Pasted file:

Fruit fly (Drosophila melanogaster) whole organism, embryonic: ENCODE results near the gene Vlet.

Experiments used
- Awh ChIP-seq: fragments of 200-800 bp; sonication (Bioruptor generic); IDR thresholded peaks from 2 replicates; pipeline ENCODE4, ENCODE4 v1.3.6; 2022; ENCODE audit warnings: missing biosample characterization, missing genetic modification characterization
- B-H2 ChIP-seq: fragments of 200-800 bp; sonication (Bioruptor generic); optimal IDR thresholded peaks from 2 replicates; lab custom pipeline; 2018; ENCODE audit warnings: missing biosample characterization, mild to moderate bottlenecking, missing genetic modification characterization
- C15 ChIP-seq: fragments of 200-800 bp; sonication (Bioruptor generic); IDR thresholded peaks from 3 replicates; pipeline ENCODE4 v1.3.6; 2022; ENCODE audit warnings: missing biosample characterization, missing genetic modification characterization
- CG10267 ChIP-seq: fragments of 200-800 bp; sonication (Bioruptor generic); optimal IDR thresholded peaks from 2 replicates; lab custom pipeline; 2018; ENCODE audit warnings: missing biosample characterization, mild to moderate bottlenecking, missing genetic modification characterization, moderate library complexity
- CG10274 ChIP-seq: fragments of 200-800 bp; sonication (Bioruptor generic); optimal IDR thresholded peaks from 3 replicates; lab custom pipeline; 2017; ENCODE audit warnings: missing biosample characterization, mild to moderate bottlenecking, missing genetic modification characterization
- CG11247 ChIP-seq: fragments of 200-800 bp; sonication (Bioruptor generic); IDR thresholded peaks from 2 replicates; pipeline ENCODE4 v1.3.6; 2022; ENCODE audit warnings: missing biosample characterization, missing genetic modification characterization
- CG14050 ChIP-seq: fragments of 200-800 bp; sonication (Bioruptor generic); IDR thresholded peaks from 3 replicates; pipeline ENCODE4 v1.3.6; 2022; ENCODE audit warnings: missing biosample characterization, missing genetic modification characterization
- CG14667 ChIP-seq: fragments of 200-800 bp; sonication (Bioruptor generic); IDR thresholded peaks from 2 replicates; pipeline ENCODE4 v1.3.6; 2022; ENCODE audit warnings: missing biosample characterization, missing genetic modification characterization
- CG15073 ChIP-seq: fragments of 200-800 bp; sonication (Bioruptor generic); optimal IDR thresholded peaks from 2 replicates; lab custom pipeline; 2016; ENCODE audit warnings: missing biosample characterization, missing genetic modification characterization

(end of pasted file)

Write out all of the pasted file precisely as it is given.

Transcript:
Fruit fly (Drosophila melanogaster) whole organism, embryonic: ENCODE results near the gene Vlet.

Experiments used
- Awh ChIP-seq: fragments of 200-800 bp; sonication (Bioruptor generic); IDR thresholded peaks from 2 replicates; pipeline ENCODE4, ENCODE4 v1.3.6; 2022; ENCODE audit warnings: missing biosample characterization, missing genetic modification characterization
- B-H2 ChIP-seq: fragments of 200-800 bp; sonication (Bioruptor generic); optimal IDR thresholded peaks from 2 replicates; lab custom pipeline; 2018; ENCODE audit warnings: missing biosample characterization, mild to moderate bottlenecking, missing genetic modification characterization
- C15 ChIP-seq: fragments of 200-800 bp; sonication (Bioruptor generic); IDR thresholded peaks from 3 replicates; pipeline ENCODE4 v1.3.6; 2022; ENCODE audit warnings: missing biosample characterization, missing genetic modification characterization
- CG10267 ChIP-seq: fragments of 200-800 bp; sonication (Bioruptor generic); optimal IDR thresholded peaks from 2 replicates; lab custom pipeline; 2018; ENCODE audit warnings: missing biosample characterization, mild to moderate bottlenecking, missing genetic modification characterization, moderate library complexity
- CG10274 ChIP-seq: fragments of 200-800 bp; sonication (Bioruptor generic); optimal IDR thresholded peaks from 3 replicates; lab custom pipeline; 2017; ENCODE audit warnings: missing biosample characterization, mild to moderate bottlenecking, missing genetic modification characterization
- CG11247 ChIP-seq: fragments of 200-800 bp; sonication (Bioruptor generic); IDR thresholded peaks from 2 replicates; pipeline ENCODE4 v1.3.6; 2022; ENCODE audit warnings: missing biosample characterization, missing genetic modification characterization
- CG14050 ChIP-seq: fragments of 200-800 bp; sonication (Bioruptor generic); IDR thresholded peaks from 3 replicates; pipeline ENCODE4 v1.3.6; 2022; ENCODE audit warnings: missing biosample characterization, missing genetic modification characterization
- CG14667 ChIP-seq: fragments of 200-800 bp; sonication (Bioruptor generic); IDR thresholded peaks from 2 replicates; pipeline ENCODE4 v1.3.6; 2022; ENCODE audit warnings: missing biosample characterization, missing genetic modification characterization
- CG15073 ChIP-seq: fragments of 200-800 bp; sonication (Bioruptor generic); optimal IDR thresholded peaks from 2 replicates; lab custom pipeline; 2016; ENCODE audit warnings: missing biosample characterization, missing genetic modification characterization